This Spring, House Republicans have been facing loud and largely organized protests at their town hall meetings over their healthcare legislation to “repeal and replace” ObamaCare. The leading complaint concerns ObamaCare’s pre-existing conditions mandate, which bars insurers from refusing customers with pre-existing conditions, or charging more for such policies.
This strikes me as strange, since the GOP from Trump on down have pledged to keep that mandate. Yet Republican congressmen often can’t get a word in edgewise. In MacArthur slammed at town hall for reviving Obamacare repeal, Jonathan D. Salant (NJ Advance Media for NJ.com) reports:
The first questioner at Rep. Tom MacArthur's town hall meeting here Wednesday wanted to know about those who have pre-existing conditions.
"What will happen to them?" asked C. Andre Daniels, mayor of Westampton Township. "That's what everybody wants an answer to."
For the first part of the town hall, which lasted close to five hours, the audience didn't wait for MacArthur to finish a sentence before shouting at him.
I left these comments:
Don’t these loud-mouthed fools know that MacArthur, Trump, and most of the Republican Party is on their side? Quibbling over details aside, they all believe in the pre-existing condition mandate.
And that’s the problem. The pre-existing condition mandate is the legalization of insurance theft. It says you can get healthcare services you never paid for through a prior insurance contract, and force others to pay through inflated insurance premiums and/or subsidies to insurance companies. This is fundamentally unfair and immoral. Yet the GOP favors it, right along with Democrats. The GOP simply wants to rearrange the means of forced subsidization.
The GOP’s pledge to repeal ObamaCare and replace it with substantial free market reforms has been largely abandoned. Such reforms would, to begin with, eliminate the myriad of government policies that are primarily responsible for forcing people into pre-existing condition problems through no fault of their own. Nobody in their right moral minds believes that a person who voluntarily goes uninsured is entitled to insurance coverage after the fact. But a person shouldn't be forced into that situation by government. The reason pre-existing conditions are such a big political problem is because of massive political interference in health insurance—interferences like employer-tied health insurance and state and federal “essential” benefit mandates.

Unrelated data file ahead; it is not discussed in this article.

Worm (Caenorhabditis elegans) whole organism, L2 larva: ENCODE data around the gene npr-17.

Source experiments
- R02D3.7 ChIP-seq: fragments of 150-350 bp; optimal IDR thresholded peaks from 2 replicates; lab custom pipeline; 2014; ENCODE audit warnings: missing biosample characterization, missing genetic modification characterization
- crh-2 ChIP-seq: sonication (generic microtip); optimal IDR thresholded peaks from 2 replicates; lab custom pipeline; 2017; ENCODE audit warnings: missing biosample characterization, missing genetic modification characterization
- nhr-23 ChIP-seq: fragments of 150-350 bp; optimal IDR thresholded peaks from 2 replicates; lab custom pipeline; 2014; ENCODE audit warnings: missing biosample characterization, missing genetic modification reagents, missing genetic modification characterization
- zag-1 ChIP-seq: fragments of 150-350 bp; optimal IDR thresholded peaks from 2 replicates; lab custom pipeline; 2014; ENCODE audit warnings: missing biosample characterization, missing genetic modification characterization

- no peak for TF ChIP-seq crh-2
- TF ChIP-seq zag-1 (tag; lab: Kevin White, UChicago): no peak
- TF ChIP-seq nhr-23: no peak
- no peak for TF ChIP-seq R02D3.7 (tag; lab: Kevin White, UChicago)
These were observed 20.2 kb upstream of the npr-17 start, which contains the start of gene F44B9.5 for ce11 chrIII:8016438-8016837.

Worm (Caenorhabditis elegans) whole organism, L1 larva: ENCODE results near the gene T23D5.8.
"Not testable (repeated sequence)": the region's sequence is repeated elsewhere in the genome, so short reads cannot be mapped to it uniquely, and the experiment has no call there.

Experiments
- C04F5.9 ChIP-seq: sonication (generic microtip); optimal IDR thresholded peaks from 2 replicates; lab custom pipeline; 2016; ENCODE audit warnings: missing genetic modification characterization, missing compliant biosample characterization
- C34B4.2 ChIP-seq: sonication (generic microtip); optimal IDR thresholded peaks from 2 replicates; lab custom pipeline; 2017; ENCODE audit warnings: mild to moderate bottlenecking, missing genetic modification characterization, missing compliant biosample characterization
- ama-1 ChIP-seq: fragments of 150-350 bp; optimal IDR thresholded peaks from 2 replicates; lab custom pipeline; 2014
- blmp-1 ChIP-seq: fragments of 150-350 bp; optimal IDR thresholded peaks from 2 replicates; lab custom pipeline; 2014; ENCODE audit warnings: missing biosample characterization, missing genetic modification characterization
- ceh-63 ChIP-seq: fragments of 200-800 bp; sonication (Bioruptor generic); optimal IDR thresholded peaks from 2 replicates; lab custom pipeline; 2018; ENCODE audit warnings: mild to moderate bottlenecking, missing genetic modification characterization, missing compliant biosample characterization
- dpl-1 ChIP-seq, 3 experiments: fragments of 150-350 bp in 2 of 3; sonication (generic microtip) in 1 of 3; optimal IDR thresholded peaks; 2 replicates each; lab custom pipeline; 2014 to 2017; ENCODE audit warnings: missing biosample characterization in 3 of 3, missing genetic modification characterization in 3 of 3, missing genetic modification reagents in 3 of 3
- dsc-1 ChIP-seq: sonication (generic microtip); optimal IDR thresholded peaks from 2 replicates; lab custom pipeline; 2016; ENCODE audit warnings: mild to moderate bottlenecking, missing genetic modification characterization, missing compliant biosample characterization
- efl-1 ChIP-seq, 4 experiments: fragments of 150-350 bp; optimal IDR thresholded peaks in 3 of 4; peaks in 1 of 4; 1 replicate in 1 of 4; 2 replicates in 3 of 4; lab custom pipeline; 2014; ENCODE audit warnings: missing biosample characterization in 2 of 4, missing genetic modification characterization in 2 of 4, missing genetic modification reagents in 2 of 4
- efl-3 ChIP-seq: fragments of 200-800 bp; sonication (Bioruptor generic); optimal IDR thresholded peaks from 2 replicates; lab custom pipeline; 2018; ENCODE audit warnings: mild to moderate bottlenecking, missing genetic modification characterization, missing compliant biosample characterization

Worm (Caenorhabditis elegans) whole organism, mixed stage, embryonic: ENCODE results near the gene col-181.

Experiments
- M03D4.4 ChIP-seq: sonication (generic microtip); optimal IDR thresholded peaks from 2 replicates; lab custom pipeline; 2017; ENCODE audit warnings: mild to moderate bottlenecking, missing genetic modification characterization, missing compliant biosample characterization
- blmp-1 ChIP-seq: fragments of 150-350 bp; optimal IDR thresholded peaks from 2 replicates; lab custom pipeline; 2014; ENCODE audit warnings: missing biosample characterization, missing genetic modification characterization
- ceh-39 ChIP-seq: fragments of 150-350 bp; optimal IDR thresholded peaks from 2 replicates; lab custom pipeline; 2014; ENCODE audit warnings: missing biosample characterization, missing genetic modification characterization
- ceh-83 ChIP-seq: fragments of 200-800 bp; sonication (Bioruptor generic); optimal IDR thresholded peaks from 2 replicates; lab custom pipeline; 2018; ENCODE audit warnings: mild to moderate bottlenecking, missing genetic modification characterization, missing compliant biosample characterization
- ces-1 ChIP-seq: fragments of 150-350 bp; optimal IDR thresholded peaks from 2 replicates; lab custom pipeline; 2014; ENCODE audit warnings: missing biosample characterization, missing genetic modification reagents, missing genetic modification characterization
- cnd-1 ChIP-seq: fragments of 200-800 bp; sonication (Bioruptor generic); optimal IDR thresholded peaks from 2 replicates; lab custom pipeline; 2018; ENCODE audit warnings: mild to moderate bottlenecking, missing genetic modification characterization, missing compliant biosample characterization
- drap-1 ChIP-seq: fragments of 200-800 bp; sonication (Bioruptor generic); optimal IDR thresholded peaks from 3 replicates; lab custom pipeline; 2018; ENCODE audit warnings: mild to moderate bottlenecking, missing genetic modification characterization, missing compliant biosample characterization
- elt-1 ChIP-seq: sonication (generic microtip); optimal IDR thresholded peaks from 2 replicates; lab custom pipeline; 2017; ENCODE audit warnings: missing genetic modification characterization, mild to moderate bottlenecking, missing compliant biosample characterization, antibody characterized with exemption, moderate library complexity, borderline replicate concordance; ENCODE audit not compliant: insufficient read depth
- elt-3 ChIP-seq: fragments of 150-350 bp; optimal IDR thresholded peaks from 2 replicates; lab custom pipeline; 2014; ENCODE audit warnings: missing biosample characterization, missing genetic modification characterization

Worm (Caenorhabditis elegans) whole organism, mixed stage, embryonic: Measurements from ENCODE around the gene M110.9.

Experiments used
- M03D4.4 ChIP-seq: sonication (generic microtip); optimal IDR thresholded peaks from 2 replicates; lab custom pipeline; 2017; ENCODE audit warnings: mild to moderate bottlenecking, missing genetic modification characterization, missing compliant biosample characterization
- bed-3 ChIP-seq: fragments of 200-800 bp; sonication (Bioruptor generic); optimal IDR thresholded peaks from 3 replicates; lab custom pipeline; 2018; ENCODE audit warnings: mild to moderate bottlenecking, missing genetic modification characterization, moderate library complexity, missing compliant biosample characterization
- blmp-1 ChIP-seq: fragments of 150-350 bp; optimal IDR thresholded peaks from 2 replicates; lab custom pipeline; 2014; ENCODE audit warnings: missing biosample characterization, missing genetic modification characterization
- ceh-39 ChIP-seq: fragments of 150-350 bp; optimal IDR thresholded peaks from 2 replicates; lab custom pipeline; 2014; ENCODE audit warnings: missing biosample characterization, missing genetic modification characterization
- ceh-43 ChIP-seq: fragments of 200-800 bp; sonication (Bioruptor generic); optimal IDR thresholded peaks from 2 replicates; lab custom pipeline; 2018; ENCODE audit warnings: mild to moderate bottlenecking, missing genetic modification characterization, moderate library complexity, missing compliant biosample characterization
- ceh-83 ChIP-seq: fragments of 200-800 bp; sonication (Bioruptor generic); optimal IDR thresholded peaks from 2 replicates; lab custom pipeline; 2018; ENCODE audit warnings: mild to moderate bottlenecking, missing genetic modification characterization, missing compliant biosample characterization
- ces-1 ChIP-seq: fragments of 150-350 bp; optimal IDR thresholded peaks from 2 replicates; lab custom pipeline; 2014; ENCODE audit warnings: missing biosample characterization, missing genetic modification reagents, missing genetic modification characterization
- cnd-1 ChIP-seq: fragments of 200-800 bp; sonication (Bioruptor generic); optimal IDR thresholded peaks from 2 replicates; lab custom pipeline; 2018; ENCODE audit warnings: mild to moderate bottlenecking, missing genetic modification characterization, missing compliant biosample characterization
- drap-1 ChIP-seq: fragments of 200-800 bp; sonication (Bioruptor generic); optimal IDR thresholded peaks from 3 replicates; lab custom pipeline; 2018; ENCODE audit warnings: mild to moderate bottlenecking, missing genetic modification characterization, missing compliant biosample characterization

But the bottom line is that it is simply unfair to force up everybody’s health insurance premiums—or outlaw their policies altogether—to bail out people facing higher premiums because of personal pre-existing conditions, which amounts to punishing people because they do not have pre-existing conditions. Each of us as individuals is responsible for planning ahead for our healthcare needs—planning made much more difficult by government policies that drive up costs and restrict our freedom to choose and to protect ourselves from pre-existing conditions in the first place.
For decades the government has been progressively restricting the freedom of insurers and consumers to voluntarily contract—so here we are. My view is that the government has had its chance at controlling our health insurance and it has failed. We now need to restore individual freedom and the natural human incentives inherent in a free market—a market where government officials stop dictating and stick to policing against fraud, breach-of-contract, and enforcing equal protection of the rule of law—to drive down costs, raise quality, and allow innovative insurance solutions. While the Republicans plan for pre-existing conditions is arguably modestly better than ObamaCare, what the GOP is essentially proposing is ObamaCare without Obama. What’s not for these loud-mouthed phonies to like?
The Road To Socialized Medicine Is Paved With Pre-existing Conditions—Yaron Brook and Don Watkins
This Is Why Government Shouldn’t Be Involved in Health Care—Jeffrey A. Tucker for FEE
How the Freedom to Contract Protects Insurability, Dr. Paul Hsieh for The Objective Standard